The angular and abrupt bolts of riff that sling from Sumita‘s mind are written with great foresight for how they’ll clash and infuse with the propulsive drumming Defiled are known for. That sense of interplay and collision is the major draw for the unpretentious, hammered-out technical death metal style the band have developed since 1992. They’re no longer resembling early Cryptopsy nor have they ever relied on fiddly techniques so much as Defiled builds on years of rhythm guitar mastery, taking the speed and fury of brutal death metal and clubbing out shapes that flow mercilessly despite mounds of dissonance expressed. Hints of Voivod and Immolation inevitably seep through this form of phrasing but the cadence of delivery comes nearly as bounding and brutal as classic deathgrind. Unleashing powerful rhythmic flows and toying with them by way of stop-start obstruction and shrill leitmotif ends up both endearingly musical and well, occasionally irritating. When things slow down on (see: “Aftermath”) some of the brutal-tech veneer slips away and the ‘old school’ core of Defiled is perhaps more alien than ever before.
Fourteen tracks ranging from barely two minutes up to five and a half find an average closer to roughly three minutes, this expresses as an effectively cumulative-but-chaotic yank from the pacing of the last two Defiled records. The sensation of being jerked around at high speeds provided by the irregular pace of ‘Infinite Regress’ gives the impression of caustic and needled technicality while loose bouts of repetition stick as the major thematic anchor for the experience. What is the desired effect for the listener? I have long figured that Sumita‘s writing aims for a ‘ride’ rather than a rumination and this aligns with the ‘classic’ innovators that appear to influence the band’s sound. That isn’t to say that ‘Infinite Regress’ isn’t deeply themed or thoughtful but it inspires movement for the standing and chaotic tics among the seated. “Tragedy” is the outlier here thanks to its impressive build at the start and woven main verse riffs which turn on a dime frequently within the 5+ minute song. “So Blind” was a huge highlight during my time with ‘Infinite Regress’ not only for its brevity and crookedly finessed dissolution but for how well it stabs back at that core ‘underground intensity’ I’d championed previously.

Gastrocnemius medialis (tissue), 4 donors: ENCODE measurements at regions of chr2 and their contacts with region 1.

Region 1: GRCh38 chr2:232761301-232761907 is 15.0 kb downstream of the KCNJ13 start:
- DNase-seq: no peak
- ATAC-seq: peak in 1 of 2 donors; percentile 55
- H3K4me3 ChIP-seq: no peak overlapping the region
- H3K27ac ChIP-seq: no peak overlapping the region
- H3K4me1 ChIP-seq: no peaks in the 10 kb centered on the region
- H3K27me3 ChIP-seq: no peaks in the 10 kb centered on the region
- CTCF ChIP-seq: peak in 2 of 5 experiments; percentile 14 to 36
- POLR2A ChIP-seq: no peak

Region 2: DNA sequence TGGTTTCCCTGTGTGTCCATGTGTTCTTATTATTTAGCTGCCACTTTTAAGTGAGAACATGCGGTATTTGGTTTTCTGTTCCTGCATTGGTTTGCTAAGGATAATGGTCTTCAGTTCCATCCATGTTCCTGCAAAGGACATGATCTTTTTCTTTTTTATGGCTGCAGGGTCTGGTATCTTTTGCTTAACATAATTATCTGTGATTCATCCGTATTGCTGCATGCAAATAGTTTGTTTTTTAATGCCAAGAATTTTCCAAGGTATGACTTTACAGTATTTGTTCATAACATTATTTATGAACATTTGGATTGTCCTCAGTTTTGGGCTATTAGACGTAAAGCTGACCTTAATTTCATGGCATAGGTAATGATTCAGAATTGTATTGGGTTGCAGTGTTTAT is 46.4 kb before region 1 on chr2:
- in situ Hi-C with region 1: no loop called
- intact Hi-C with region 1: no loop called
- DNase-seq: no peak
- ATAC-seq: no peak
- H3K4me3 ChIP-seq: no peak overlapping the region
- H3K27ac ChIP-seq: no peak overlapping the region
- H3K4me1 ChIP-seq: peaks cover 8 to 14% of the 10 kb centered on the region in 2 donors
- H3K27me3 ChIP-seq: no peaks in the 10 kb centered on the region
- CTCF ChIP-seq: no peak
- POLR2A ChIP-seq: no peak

Even at a tightly wound 36 minutes in length the density of ‘Infinite Regress’ feels off balance when it comes time to recall and reflect upon the full listen. I had a great time returning to Defiled and found the majority of their sixth album brutal, exciting, adept, and stunningly achieved in its raw performances although there were a few moments where I’d just as well shut it off due to some frustration with repetitive ‘variations on a theme’ felt throughout. For a band working at their craft since 1992 it is a remarkable that they remain virtually untouched by trends in technique and recording methodology, so I greatly admire the honest and brutal reality of Defiled that sustains therein. Moderately high recommendation. This is a fine place to start if you’ve never heard the band before, especially considering their first two records are currently lost in the aethyr.
Moderately high recommendation. 3.75/5.0